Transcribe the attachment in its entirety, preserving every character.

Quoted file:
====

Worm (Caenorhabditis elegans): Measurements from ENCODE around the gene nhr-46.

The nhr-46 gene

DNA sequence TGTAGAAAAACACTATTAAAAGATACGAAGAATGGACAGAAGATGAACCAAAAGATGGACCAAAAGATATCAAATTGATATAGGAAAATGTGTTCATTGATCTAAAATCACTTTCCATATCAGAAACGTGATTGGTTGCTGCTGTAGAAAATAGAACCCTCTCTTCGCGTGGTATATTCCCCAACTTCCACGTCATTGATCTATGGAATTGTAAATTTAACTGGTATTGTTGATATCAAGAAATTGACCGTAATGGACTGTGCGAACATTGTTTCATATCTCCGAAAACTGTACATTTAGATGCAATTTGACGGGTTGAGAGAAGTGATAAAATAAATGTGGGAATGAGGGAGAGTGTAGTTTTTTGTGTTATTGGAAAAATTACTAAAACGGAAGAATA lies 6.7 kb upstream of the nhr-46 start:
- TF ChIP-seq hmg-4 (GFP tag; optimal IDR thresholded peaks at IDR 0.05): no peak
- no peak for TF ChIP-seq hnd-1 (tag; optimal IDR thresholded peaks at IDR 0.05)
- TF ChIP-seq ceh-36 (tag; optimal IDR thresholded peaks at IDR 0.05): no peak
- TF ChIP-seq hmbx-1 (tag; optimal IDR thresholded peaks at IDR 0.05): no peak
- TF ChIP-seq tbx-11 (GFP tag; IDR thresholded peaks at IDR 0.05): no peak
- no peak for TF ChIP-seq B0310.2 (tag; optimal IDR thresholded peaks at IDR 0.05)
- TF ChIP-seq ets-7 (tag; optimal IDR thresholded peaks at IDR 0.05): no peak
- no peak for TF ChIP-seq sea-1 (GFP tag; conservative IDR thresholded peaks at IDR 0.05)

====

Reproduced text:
Worm (Caenorhabditis elegans): Measurements from ENCODE around the gene nhr-46.

The nhr-46 gene

DNA sequence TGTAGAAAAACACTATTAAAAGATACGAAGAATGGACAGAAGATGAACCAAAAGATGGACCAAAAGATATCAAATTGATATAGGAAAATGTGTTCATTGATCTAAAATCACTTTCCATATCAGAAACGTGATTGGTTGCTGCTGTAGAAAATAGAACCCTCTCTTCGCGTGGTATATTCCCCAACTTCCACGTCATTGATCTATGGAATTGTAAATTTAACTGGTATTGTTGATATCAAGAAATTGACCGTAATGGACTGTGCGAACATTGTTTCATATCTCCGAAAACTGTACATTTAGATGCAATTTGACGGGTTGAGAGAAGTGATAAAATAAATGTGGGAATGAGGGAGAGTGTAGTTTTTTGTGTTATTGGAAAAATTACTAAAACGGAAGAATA lies 6.7 kb upstream of the nhr-46 start:
- TF ChIP-seq hmg-4 (GFP tag; optimal IDR thresholded peaks at IDR 0.05): no peak
- no peak for TF ChIP-seq hnd-1 (tag; optimal IDR thresholded peaks at IDR 0.05)
- TF ChIP-seq ceh-36 (tag; optimal IDR thresholded peaks at IDR 0.05): no peak
- TF ChIP-seq hmbx-1 (tag; optimal IDR thresholded peaks at IDR 0.05): no peak
- TF ChIP-seq tbx-11 (GFP tag; IDR thresholded peaks at IDR 0.05): no peak
- no peak for TF ChIP-seq B0310.2 (tag; optimal IDR thresholded peaks at IDR 0.05)
- TF ChIP-seq ets-7 (tag; optimal IDR thresholded peaks at IDR 0.05): no peak
- no peak for TF ChIP-seq sea-1 (GFP tag; conservative IDR thresholded peaks at IDR 0.05)